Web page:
Online Consultation Now Available - +918605604444

Second Opinion

Diabetology

Over 425 million people are currently living with diabetes. Most, of the cases, are type 2 diabetes, which is largely preventable, through regular physical activity, a healthy and balanced diet,  and a healthy living environment.

The most common non-communicable disease affecting India today is Diabetes Mellitus. It is a metabolic disorder, in which an individual has an increased level of blood sugar.

As per research, it currently affects an estimated 143 million people worldwide and the number is growing rapidly.

In India, about 5 percent of the population suffers from diabetes. Diabetes can be regarded as a potential epidemic in India with more than 62 million diabetic individuals currently diagnosed with the disease.

Diabetes Mellitus describes a group of metabolic diseases in which the person has high blood glucose (blood sugar), either because pancreatic hormones production is inadequate, or because the body’s cells do not respond properly to blood glucose hormone or both.

Patients with high blood sugar will typically experience frequent urination, they will become increasingly thirsty and hungry.

Wockhardt Hospitals, a chain of tertiary care super-specialty hospitals has more than 25 years of experience in the creation and management of Super Specialty Hospitals in India.

At Wockhardt Hospital our Endocrinology department, Diabetes and Weight Management Centre at Wockhardt Hospital treats various endocrine disorders. The division has an integrated multi-disciplinary model for providing comprehensive management of the entire range of endocrine conditions.

Our team is also actively involved in ongoing research for diabetes and other endocrine disorders. These disorders are investigated and treated by our endocrinologist at Wockhardt Hospital.

Type1 diabetes:
The body does not produce pancreatic hormones. People with type 1 need to take tablets every day regularly for life long.

Type2 diabetes:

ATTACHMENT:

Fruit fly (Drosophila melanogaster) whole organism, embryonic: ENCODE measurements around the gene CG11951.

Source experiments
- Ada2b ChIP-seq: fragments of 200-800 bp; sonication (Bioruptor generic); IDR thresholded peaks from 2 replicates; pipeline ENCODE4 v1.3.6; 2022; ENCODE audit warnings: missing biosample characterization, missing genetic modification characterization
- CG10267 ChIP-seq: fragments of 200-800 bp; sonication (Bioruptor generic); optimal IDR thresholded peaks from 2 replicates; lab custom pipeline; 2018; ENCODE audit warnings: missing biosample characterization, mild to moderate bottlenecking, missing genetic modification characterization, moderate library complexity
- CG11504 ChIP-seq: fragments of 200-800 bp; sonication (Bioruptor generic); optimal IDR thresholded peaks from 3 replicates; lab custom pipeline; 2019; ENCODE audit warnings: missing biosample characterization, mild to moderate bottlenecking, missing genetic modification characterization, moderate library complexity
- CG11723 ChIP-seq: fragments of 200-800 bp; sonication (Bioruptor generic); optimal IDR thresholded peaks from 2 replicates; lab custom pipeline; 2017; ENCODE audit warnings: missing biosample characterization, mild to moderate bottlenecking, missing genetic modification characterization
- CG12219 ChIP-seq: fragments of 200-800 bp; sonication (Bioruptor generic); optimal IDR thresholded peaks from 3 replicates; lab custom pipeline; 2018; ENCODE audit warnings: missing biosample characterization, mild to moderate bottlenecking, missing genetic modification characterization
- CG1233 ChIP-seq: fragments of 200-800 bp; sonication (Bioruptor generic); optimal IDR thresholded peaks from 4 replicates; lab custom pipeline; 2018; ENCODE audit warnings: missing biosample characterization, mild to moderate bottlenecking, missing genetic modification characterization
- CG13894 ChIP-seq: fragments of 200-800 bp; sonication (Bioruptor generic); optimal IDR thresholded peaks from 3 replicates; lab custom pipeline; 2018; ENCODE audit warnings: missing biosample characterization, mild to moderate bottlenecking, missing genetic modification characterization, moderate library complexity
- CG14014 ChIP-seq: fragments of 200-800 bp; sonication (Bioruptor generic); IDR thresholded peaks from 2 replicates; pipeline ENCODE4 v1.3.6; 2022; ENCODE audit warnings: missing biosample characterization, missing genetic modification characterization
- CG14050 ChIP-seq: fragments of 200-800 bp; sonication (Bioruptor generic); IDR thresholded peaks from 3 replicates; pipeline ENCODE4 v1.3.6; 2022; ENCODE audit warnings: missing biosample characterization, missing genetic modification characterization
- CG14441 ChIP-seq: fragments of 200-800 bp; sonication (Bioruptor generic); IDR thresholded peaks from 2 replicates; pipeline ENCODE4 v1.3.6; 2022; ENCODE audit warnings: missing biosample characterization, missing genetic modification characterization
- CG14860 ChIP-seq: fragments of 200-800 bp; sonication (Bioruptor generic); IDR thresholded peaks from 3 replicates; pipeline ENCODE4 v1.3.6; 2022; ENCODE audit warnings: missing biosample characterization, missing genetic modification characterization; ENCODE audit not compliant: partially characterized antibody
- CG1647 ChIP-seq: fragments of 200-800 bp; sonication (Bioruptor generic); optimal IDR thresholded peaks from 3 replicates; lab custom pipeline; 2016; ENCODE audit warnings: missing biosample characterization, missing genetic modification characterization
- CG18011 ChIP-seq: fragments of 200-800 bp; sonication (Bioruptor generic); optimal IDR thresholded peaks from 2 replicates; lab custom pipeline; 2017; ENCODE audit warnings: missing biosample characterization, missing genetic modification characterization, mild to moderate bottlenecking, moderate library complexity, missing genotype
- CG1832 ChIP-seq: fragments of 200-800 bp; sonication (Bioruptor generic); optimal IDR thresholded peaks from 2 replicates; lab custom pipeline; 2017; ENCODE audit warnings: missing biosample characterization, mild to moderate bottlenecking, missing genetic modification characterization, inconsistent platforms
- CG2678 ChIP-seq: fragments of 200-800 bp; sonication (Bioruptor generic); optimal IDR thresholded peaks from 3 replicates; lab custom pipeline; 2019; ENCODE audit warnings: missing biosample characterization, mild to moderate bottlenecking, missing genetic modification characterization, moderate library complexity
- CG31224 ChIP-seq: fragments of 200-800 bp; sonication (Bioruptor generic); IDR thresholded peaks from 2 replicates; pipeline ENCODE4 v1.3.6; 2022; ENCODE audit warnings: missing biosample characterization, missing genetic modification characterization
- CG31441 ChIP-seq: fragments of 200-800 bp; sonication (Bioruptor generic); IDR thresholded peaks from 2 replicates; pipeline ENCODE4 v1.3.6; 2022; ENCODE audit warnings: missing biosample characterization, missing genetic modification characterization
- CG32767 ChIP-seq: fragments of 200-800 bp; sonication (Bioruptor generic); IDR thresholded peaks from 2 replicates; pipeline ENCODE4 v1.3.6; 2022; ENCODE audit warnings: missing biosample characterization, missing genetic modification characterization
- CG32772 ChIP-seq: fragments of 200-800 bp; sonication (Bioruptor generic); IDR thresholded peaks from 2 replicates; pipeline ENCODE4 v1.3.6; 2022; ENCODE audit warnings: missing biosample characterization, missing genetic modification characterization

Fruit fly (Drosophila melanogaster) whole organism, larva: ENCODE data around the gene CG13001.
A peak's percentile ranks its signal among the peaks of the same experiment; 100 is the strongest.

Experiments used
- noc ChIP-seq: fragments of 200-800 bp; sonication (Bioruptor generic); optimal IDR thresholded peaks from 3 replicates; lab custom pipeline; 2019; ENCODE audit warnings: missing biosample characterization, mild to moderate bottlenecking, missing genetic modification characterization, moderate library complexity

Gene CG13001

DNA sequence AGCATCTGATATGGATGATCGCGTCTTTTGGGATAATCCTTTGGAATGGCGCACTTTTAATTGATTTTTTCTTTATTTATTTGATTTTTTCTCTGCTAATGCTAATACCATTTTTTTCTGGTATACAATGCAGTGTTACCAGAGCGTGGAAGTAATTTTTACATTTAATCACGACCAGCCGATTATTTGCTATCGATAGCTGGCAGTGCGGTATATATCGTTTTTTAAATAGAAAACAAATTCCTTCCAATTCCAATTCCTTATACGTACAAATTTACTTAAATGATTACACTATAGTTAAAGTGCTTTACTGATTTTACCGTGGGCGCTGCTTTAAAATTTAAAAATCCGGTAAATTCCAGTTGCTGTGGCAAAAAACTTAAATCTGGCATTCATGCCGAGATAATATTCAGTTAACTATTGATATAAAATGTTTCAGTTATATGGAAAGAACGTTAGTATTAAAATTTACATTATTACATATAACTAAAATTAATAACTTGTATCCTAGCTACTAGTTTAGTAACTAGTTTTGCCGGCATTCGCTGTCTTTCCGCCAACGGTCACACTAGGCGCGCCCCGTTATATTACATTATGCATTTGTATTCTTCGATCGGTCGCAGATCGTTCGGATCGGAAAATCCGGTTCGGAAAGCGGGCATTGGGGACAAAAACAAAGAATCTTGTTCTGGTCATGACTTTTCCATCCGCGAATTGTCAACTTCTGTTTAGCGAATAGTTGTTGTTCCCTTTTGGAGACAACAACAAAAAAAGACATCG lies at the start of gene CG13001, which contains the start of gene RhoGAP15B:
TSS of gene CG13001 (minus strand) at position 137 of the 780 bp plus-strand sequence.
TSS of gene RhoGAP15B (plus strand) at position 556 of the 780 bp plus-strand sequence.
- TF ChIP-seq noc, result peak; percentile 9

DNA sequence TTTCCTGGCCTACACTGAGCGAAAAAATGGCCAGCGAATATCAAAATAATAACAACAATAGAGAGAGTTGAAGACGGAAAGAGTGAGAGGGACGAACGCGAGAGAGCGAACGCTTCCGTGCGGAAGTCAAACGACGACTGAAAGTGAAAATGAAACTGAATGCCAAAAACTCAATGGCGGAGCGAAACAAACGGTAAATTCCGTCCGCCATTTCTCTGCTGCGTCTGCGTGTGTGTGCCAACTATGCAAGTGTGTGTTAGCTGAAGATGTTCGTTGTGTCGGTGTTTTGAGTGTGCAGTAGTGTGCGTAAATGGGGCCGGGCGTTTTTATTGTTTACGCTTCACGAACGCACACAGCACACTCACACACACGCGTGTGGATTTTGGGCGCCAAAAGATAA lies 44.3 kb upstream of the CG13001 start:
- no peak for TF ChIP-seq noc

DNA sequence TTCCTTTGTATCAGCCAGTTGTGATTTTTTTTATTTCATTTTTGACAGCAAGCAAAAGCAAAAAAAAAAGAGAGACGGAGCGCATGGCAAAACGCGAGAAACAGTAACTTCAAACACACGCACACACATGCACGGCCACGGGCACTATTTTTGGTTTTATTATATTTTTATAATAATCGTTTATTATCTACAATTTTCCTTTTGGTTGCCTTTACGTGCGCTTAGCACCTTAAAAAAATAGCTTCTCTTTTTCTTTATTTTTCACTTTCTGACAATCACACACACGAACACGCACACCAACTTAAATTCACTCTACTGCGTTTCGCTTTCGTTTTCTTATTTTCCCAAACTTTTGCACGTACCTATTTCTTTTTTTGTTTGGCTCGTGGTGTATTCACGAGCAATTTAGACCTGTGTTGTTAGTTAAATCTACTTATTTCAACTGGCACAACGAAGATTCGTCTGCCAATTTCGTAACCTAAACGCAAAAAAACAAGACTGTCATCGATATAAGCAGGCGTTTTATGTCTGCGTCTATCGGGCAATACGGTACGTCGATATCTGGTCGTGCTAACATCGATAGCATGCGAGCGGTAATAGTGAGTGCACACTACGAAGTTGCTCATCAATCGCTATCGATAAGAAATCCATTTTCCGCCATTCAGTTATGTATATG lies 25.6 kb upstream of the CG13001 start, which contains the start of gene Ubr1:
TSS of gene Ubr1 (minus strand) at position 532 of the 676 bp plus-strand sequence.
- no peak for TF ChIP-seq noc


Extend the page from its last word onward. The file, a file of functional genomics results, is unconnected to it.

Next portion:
The body does not make or use pancreatic hormones well. People with type 2 often need to take tablets. It is a common form of diabetes.

Imbalance in pancreatic hormone is known to be the major cause of diabetes. Other causes are:

  • Genetic defects of β-cell function
  • Exocrine pancreatic defects
  • Growth hormone excess
  • Infections
  • Drugs
  • Stress and lifestyle
  • Pregnancy (gestational diabetes)
  • Side effects of medications such as steroids and blood pressure medications
  • Injury to pancreas
  • Other causes could be an autoimmune disease, & hypertension,
  • Uncontrolled cholesterol
  • Alcohol and Smoking
  • Sedentary lifestyle and age

1) Fasting blood sugar and Post Prandial blood sugar level. A Normal fasting blood glucose is between 70 and 110 mg/dl.

A person is said to be diabetic if his fasting blood glucose level of 126 mg/dl we say he is crossed the borderline and if the random blood glucose level is 200 mg/dl.

2) Another accurate test to measure is Glycosylated hemoglobin, or HbA1c, in the blood. This test determines blood glucose control for the past 3 months.

When it comes to the treatment of type 1 and type 2 diabetes, doctors primarily suggest making lifestyle changes to ensure life. It is also true that type 2 diabetes can be cured with weight-loss surgery.

There is no cure for type 1 diabetes

  • General treatment involves medicines, diet, and exercise that control blood sugar level and prevent symptoms and problems
  • Controlled diet
  • Type 1 diabetes is generally treated with combinations of regular and NPH.
  • Physical exercise
  • Medication
  • Bariatric surgery: Gastric banding – A band of special material (Silastic band) is placed around the upper end of the stomach. This creates a small pouch and narrow passage into the rest of the stomach.
  • Sleeve gastrectomy – In this surgery, approximately 80 percent of the stomach is removed laparoscopically with the help of staplers so that the stomach takes the shape of a tube or “sleeve”.

Some tips on a diabetic diet are:

  • Reduce sugar and intake, low carbohydrate diet
  • Have smaller meals and spread out over the day
  • Eating a variety of whole-grain foods, fruits, and vegetables
  • Taking diabetic medicine in proper dosage and time
  • Monitoring your blood glucose at home if necessary
  • Carrying out laboratory tests as prescribed for a status of blood sugar.

Living with diabetes can be difficult. You need to take full control of your diabetes. It’s in your hands to make it better.